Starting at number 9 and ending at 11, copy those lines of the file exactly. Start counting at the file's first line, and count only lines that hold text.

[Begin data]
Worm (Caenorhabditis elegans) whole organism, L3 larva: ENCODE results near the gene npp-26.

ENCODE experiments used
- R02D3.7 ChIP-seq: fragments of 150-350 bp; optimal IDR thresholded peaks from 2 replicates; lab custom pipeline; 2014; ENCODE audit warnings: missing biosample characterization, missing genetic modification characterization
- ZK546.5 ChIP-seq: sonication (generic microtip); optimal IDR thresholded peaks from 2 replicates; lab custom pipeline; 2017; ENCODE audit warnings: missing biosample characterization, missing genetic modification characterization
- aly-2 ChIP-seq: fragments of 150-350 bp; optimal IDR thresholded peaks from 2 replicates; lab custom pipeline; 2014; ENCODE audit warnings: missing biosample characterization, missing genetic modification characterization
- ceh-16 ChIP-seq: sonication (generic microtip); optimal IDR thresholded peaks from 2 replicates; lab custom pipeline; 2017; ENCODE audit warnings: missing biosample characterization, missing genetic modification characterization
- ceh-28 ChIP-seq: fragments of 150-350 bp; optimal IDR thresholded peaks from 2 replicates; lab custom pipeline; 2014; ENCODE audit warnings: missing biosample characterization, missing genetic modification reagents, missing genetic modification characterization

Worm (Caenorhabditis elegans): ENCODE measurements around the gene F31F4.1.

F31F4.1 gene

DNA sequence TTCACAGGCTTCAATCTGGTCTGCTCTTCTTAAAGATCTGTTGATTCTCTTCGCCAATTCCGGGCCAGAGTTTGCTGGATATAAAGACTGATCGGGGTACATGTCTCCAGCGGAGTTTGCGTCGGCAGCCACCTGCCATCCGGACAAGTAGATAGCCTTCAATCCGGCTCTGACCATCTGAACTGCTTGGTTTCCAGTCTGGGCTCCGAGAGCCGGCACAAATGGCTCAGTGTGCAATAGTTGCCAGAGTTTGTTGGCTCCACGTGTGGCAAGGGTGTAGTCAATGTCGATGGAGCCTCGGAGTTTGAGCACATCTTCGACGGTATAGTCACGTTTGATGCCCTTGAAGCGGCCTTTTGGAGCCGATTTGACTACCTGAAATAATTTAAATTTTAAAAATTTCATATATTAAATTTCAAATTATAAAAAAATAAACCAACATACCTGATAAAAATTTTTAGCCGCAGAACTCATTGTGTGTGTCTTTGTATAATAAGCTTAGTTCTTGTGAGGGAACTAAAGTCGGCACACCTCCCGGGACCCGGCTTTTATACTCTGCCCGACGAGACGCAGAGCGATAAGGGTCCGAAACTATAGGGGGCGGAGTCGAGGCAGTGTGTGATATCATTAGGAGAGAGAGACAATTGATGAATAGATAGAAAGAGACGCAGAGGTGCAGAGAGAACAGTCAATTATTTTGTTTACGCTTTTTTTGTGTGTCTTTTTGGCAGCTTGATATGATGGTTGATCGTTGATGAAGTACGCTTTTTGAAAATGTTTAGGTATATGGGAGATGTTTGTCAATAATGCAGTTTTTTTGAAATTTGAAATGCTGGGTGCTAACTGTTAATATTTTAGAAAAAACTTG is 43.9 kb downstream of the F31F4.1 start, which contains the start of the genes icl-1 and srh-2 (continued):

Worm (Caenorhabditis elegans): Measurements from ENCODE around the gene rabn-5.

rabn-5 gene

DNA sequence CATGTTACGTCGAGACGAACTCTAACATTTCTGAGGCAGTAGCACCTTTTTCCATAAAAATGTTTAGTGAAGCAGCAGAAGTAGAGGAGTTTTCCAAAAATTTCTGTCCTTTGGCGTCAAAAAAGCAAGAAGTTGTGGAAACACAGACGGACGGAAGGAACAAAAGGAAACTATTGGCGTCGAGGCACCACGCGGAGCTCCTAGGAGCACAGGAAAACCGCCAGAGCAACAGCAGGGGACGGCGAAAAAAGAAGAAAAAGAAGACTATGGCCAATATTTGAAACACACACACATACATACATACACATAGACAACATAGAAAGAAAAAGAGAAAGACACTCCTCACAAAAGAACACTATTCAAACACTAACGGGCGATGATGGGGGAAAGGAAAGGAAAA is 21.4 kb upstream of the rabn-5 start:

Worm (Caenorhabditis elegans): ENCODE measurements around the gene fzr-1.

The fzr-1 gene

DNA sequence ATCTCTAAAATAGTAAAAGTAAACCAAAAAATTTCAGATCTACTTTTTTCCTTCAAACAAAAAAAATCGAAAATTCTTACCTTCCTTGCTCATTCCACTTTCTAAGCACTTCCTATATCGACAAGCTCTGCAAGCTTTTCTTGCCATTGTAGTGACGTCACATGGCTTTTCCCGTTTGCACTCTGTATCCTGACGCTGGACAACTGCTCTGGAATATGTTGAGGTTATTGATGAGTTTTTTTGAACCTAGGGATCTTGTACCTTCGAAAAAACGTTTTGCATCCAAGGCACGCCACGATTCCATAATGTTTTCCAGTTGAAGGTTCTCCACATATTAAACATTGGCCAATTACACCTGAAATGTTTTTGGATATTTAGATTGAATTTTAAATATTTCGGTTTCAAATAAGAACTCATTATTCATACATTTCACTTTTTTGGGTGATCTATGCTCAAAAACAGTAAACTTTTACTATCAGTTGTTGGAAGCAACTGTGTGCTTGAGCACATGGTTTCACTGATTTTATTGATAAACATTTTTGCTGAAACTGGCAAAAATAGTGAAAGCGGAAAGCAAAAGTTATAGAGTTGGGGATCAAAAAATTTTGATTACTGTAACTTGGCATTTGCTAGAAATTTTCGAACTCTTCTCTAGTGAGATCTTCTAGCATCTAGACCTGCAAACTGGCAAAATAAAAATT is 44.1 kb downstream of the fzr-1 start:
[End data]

F31F4.1 gene

DNA sequence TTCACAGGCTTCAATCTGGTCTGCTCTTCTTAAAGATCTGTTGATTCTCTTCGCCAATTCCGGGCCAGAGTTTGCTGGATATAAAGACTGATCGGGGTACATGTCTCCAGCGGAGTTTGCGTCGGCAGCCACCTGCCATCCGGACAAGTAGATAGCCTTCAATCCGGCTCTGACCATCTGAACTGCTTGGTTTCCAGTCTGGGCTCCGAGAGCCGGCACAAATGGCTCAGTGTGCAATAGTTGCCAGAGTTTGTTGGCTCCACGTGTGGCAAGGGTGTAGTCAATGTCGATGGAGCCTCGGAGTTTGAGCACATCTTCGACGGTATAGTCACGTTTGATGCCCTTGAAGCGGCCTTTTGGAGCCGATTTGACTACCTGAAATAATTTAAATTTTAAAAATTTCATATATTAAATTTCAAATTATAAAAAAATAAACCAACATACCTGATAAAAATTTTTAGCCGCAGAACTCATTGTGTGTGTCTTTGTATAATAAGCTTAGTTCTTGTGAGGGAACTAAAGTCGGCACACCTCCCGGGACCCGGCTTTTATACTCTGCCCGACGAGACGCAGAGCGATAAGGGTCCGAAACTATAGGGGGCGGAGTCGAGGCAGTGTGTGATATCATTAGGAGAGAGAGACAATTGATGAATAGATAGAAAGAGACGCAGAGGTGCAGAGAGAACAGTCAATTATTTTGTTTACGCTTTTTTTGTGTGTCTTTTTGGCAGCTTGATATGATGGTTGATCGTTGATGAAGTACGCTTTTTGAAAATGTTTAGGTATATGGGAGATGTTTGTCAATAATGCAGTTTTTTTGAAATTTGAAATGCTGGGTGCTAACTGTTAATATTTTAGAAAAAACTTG is 43.9 kb downstream of the F31F4.1 start, which contains the start of the genes icl-1 and srh-2 (continued):

Worm (Caenorhabditis elegans): Measurements from ENCODE around the gene rabn-5.